He's back! Series 4 of 'Sherlock' on PBS

For those of us who feared the long layoff between the last and new series of SHERLOCK films for the BBC and America's Public Broadcasting System would produce either a radical change in tone or pure boredom, reassurance that the series is on the successful track it's followed was produced with the opener of the fourth set of episodes that aired New Year's Day.

"The Six Thatchers" was a fast-paced, complex yet compelling continuation of the adventures of the modern Sherlock Holmes (Benedict Cumberbatch), qualities that have made SHERLOCK a hit with audiences since its premiere in 2010. The combination of high-tech with Holmes' genius for deductive reasoning has settled well with fans of the Canon. It is also popular with new viewers attracted to the psychological exploration of Sir Arthur Conan Doyle's great sleuth, who describes himself as "a high-functioning sociopath" who lives for the variety of puzzles contemporary crime and world politics present him.

It also tells us that Cumberbatch, seamlessly paired with Martin Freeman as his associate and chronicler Dr. John H. Watson, recognizes his career isn't defined by his Sherlock and is unafraid of returning to the role. Its is comforting for the viewer to see Cumberbatch, now enjoying a busy feature film career, and Freeman, star of the FX cable series FARGO's first season in 2014, return to Holmes and Watson and provide us with new variations on the characters.

Also a relief is the mixing of the classic Doyle stories into current times, a feat co-creators Mark Gatiss (who co-stars as Sherlock's unflappable older brother Mycroft) and Steven Moffat have pulled off both recognizably and convincingly. In the case of "The Six Thatchers," Gatiss drew upon "The Six Napoleons," in which a series of home invasions involving the smashing of small plaster busts leads the Great Detective to a frantic hunt for the missing Black Pearl of the Borgias. The story is familiar to fans of the Basil Rathbone-Nigel Bruce movies as 1944's THE PEARL OF DEATH. However, in "The Six Thatchers" -- busts of Britain's first female prime minister standing in for the onetime French emperor -- the maguffin secreted in one of them is not the pearl but a computer memory chip that exposes a threat to Watson and his wife Mary (Amanda Abbington), as well Mary's previously shadowy background as a mercenary.

Resolution of the peril irrevocably changes everything for John and Mary, who have recently become parents, and strains the relationship between John and Sherlock to the breaking point as the episode closes -- and beckons those viewers already hooked by the program to readily tune in next Sunday night to see where this all takes us. It was a wise move on the part of Gatiss's script in that it has been almost three years since the airing of the final entry of SHERLOCK's third series, "His Last Vow." In that episode, Sherlock, briefly (all of four minutes) exiled for his slaying of the notorious tabloid publisher, blackmailer and all-around louse Charles Augustus Milverton, is pressed back into service when the supposedly-deceased "Jim" Moriarty makes a sudden reappearance.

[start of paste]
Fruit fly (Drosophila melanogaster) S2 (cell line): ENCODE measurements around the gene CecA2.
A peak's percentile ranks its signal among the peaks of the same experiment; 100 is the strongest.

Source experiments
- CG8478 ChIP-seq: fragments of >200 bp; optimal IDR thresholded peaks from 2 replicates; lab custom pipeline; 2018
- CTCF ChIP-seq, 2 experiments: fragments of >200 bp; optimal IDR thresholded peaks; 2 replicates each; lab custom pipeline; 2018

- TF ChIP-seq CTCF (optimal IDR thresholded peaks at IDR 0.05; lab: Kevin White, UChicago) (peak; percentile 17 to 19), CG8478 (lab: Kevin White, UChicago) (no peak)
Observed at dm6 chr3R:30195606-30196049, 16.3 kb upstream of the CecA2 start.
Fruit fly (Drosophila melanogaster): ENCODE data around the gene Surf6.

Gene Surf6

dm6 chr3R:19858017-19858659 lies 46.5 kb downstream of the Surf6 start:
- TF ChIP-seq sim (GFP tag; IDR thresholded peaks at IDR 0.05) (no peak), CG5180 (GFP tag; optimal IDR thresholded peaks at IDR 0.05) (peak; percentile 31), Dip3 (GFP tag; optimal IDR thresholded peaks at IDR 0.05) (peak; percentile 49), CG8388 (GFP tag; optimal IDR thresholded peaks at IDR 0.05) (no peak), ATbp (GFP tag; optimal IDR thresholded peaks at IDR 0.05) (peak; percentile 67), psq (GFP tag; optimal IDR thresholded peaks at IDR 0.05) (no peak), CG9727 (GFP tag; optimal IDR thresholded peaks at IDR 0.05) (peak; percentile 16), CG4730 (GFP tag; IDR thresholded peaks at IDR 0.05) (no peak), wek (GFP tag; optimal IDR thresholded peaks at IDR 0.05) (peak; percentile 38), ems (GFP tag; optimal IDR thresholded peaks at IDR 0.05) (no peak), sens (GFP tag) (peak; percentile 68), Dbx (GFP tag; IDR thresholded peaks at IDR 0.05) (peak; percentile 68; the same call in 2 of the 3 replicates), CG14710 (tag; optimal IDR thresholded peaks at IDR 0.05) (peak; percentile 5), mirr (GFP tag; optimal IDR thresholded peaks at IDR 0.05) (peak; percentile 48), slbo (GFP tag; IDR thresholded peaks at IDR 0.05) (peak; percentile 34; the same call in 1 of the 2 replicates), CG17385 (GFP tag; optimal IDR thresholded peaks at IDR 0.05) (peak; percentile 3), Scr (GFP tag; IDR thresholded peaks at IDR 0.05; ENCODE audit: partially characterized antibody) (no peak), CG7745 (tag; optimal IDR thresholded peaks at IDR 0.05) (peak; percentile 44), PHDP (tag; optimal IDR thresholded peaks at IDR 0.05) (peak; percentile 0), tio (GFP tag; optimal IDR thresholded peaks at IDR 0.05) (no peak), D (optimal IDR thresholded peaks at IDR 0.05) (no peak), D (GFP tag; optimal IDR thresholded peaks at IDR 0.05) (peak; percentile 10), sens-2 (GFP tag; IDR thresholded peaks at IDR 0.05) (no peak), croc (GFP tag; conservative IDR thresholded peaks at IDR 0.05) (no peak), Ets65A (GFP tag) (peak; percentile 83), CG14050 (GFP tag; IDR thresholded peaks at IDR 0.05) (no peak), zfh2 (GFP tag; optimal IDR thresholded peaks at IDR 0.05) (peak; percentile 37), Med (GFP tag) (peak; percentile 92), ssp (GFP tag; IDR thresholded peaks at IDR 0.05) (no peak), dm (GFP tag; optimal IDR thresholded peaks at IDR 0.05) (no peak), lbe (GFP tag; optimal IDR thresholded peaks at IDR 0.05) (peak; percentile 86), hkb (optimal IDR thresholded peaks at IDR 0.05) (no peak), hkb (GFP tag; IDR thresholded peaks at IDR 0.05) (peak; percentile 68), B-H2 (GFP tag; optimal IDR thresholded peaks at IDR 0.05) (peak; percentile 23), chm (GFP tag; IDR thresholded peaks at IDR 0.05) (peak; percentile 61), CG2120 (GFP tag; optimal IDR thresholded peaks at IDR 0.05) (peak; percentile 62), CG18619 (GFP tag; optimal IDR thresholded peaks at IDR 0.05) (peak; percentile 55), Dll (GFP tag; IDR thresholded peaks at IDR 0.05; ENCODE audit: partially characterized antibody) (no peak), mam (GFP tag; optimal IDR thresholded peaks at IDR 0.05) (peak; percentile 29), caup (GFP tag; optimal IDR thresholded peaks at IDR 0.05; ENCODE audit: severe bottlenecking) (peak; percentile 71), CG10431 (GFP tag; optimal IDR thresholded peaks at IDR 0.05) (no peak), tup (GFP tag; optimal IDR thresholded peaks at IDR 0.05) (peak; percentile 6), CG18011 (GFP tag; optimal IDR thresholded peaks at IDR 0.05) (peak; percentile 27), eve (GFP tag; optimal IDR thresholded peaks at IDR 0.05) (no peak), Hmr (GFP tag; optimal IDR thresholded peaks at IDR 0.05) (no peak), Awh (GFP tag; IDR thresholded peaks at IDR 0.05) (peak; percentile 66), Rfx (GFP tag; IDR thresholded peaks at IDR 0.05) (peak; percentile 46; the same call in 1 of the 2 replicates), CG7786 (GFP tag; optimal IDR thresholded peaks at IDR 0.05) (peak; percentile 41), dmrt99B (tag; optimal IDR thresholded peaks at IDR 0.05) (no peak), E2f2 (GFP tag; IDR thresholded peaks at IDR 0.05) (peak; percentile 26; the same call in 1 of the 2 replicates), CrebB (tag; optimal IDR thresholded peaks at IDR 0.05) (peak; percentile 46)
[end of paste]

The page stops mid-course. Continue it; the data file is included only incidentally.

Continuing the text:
As "The Six Thatchers" opens, Mycroft has shifted the blame for Milverton's death onto someone else, Sherlock opts to continue investigating routine complaints while awaiting Moriarty's next (or any) moves, and is steered toward the curious matter of the shattered Margaret Thatcher busts by Inspector Lestrade (Rupert Graves).

"The Six Thatchers" also did much to erase the bad taste left over from SHERLOCK's stopgap one-off of 2016, "The Abominable Bride," the misstep that inexplicably presented Sherlock and John in the characters' original Victorian setting, then passed it off as a figment of the contemporary Sherlock's tortured mind. Maintaining the formula of cleverly adapting Doyle's stories to present times is the best path for Gatiss, Moffat and producer Sue Vertue to take, and the homage to the Doyle stories as well the movies they yielded is appreciated. 

In "The Six Thatchers," Sherlock not only employs the bloodhound Toby in a reference to the novel THE SIGN OF FOUR, but also borrows the final line from "The Yellow Face" when he advises Mrs. Hudson (Una Stubbs) to mention the villain's name to him whenever he gets too cocksure of his abilities. There may be other such flashes of recognition in the episode, but the ones mentioned here are a welcome touch.

All in all, the return of SHERLOCK is a boon to the fans and proof, along with the thematically similar ELEMENTARY, now in its fifth season on CBS, that the cool, rational defender of law and order in a complicated world has maintained his popularity


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